I haven’t had serious blog access since the Truth and Realism conference, so I haven’t had a chance to congratulate Patrick Greenough and Michael Lynch for the wonderful conference they put on. So I hereby, belatedly, congratulate them heartily!
I’ll have more to say later (depending on blog access) on the papers by Robert Brandom and Crispin Wright, which were the two most interesting (to me at least) papers there. (I had read Ernie Sosa’s paper before, so it wasn’t as interesting as a new paper.) But there were lots of interesting and thought-provoking points came up in papers and, more frequently I think, in discussions.
The conference ran like a charm. The amount of organisation that must have gone into it boggles the mind. Some of the grad students (and undergraduates!) who worked throughout the conference to make sure everything was in its right place deserve sainthoods, or at least jobs in decent philosophy departments. So many things can go wrong at a gig this size, and as far as I could see none of them did, which is a remarkable achievement.
The only quibble I’d have was that the speaker line-up was a little top-heavy. Personally I’d have preferred to see Patrick and/or Michael doing papers rather than some of the more, erm, distinguished presenters. But it might have looked odd to have slotted themselves between the big names.
And it was fun having so many famous philosophers around. At the first dinner I was sitting next to Dorothy Edgington, and opposite Simon Blackburn, Robert Brandom and Richard Rorty. (Blackburn and Brandom kept up a good-natured game of who-can-tell-the-funniest-story for most of the night, ending in a high-scoring draw.) The next night seated in a row were (I think – I’m doing this from memory): Ernie Sosa, Kit Fine, Tim Williamson and John Hawthorne. Some of these dinner tables have enough stars to be top 10 philosophy programs. For a philosophy-junkie it was a little kid-in-candy-store-ish.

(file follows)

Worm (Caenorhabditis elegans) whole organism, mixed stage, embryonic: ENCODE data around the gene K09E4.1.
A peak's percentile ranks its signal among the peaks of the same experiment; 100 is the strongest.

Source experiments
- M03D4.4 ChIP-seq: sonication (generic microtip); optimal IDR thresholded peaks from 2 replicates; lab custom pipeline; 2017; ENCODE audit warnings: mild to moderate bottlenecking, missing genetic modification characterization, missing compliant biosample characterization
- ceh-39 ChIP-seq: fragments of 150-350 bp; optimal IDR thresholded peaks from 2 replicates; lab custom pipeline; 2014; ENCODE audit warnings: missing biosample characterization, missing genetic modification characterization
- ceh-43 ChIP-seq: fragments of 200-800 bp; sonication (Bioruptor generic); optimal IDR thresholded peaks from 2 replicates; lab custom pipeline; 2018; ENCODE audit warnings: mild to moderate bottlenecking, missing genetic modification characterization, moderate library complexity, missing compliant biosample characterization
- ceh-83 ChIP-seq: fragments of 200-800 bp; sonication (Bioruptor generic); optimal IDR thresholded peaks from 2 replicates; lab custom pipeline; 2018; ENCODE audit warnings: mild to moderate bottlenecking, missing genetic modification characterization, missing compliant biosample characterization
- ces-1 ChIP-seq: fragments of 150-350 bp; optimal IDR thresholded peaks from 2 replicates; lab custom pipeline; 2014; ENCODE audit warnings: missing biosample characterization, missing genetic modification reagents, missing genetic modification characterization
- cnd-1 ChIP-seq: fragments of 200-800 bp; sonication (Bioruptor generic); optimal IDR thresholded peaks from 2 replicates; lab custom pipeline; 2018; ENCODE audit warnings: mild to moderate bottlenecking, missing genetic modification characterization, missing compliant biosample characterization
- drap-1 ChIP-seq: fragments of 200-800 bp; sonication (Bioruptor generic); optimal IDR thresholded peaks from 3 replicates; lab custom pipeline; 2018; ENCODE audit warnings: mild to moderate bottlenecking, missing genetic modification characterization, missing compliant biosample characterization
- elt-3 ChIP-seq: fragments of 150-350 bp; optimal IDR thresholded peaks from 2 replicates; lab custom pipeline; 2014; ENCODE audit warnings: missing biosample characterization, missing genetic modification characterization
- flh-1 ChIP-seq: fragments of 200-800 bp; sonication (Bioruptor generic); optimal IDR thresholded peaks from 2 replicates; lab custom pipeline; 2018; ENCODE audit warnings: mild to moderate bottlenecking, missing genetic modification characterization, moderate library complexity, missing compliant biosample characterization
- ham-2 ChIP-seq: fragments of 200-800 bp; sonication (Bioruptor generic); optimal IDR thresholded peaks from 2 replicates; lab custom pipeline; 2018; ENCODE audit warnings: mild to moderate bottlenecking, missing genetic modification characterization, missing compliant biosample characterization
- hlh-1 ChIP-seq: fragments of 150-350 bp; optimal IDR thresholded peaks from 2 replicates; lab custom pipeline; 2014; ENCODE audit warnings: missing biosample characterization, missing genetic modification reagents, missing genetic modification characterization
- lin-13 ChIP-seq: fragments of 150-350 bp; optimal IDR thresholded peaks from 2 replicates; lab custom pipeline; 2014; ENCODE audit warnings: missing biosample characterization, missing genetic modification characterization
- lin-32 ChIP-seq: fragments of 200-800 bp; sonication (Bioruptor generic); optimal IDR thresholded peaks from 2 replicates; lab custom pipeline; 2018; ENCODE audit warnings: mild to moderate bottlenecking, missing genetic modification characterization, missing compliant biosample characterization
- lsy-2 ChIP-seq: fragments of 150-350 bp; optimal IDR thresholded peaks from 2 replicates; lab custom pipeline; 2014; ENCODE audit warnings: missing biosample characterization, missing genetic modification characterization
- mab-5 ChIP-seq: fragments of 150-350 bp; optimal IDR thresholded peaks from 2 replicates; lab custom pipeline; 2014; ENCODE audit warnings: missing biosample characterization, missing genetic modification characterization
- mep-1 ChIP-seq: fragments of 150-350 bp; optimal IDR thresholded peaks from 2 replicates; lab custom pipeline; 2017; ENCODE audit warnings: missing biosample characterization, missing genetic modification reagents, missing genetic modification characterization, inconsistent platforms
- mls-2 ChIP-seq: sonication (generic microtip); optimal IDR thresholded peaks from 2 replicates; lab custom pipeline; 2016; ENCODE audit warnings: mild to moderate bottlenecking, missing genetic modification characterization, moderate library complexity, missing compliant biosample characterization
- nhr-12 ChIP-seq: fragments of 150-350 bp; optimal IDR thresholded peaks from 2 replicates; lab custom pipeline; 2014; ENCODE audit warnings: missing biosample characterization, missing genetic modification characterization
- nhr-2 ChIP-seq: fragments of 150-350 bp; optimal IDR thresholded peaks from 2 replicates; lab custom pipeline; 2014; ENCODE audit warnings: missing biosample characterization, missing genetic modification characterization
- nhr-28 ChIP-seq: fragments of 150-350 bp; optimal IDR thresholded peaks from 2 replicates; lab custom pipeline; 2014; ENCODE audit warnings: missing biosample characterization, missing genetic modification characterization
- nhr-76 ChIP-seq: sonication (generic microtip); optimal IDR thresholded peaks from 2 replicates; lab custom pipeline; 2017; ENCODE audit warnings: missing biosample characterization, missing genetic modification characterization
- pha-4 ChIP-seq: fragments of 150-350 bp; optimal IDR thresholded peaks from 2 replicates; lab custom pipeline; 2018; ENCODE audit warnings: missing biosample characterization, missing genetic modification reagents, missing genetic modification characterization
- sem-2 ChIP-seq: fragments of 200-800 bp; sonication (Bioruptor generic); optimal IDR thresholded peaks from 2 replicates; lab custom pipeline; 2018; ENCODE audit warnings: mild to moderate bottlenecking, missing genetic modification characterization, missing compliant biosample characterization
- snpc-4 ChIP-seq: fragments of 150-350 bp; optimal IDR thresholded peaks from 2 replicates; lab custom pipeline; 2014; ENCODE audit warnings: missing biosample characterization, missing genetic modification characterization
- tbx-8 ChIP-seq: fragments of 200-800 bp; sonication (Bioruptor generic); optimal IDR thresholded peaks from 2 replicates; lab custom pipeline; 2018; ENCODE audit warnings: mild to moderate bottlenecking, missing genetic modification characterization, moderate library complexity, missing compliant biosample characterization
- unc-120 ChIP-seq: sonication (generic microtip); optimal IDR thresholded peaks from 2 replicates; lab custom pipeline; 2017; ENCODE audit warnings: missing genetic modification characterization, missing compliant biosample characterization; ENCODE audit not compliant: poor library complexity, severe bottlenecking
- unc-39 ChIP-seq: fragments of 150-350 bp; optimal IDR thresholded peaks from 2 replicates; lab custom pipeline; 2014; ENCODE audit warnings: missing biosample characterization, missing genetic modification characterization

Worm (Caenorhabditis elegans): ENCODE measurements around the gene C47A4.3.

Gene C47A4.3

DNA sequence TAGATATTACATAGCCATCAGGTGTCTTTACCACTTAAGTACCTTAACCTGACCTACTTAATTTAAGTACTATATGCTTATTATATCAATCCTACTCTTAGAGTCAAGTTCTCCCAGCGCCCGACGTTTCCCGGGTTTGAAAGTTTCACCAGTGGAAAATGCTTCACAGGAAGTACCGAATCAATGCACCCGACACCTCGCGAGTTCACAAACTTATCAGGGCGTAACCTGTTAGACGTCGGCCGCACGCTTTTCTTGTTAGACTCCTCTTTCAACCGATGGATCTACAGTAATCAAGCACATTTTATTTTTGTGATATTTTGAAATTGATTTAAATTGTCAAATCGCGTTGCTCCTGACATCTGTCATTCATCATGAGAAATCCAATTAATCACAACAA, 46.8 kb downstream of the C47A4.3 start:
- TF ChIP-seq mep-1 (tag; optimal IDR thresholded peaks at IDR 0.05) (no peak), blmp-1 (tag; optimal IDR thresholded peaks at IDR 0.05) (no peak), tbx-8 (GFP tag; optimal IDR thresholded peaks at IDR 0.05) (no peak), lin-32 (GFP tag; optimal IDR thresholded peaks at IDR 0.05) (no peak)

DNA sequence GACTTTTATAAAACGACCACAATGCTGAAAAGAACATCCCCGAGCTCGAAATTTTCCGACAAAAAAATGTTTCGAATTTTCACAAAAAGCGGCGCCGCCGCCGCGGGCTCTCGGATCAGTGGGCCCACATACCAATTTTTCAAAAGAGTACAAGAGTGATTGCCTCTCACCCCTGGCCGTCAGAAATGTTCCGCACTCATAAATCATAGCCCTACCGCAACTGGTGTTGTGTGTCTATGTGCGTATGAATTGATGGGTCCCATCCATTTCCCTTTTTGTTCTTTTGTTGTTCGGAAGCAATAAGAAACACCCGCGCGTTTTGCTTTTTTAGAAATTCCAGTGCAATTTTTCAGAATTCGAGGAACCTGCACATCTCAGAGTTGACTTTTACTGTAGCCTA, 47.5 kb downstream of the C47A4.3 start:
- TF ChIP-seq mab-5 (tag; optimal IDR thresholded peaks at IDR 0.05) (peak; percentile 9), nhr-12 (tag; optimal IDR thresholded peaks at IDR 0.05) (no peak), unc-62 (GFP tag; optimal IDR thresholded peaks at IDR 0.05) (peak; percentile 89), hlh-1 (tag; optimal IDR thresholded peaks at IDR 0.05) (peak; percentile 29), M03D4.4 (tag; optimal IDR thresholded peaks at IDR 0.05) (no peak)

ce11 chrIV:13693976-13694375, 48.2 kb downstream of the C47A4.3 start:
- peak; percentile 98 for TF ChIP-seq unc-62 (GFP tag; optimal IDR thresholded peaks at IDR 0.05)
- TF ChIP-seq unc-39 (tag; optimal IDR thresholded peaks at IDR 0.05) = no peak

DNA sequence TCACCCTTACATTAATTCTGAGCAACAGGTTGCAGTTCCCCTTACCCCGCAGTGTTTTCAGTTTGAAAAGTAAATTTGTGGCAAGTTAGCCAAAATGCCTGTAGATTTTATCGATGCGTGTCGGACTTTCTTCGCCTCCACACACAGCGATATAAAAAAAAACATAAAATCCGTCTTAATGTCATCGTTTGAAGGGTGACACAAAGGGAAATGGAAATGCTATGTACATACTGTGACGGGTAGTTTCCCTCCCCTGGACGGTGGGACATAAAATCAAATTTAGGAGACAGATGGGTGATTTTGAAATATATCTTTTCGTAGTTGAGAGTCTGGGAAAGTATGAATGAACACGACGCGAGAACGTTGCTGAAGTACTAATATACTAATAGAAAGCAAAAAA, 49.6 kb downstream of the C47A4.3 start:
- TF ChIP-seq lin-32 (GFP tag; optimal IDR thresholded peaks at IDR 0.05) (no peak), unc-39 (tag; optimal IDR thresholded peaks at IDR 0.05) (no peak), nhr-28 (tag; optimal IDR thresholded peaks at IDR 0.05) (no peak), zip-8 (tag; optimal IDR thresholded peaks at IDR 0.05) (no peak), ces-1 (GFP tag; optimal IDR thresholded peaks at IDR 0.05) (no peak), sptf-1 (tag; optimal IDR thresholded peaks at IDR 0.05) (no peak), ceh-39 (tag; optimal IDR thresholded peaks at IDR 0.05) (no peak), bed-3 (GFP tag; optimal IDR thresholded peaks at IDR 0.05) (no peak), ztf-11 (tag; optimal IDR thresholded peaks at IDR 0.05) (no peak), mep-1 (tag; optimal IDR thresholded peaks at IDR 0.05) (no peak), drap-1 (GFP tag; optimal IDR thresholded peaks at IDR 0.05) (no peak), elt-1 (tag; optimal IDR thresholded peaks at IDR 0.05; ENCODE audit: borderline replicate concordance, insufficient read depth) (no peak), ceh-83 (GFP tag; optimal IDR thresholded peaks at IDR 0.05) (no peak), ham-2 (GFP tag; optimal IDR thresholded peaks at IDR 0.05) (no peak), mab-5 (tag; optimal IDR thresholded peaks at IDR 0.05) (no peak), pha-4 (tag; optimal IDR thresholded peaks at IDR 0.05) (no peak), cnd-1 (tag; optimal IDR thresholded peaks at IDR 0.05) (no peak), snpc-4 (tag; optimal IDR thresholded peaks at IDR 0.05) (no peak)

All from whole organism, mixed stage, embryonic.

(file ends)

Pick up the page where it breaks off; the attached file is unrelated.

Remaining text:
The gender balance wasn’t great but it was better than at the two epistemology conferences I was recently at. Something like 3 or 4 to 1 rather than 5 or 6 to 1. I think having such a focus on big famous names probably hurt here a little.
What I would like to be able to do would be to cap off this post with a parody of Sorted for E’s and Wizz rewritten as the story of the conference. The idea of comparing a conference like this to a mid-90s rave party sounds kinda fun. And some of the lines only have to be minimally changed
I seem to have left an important part of my brain somewhere, somewhere on a beach in Scotland
while others are fine just as they are
At 4 o’clock the normal world seems very, very, very far away.
But I’m just not enough of a writer to pull off a song-length parody that doesn’t sound rather awful. And that wouldn’t be a fitting tribute to a fine conference.
Posted by Brian Weatherson in Uncategorized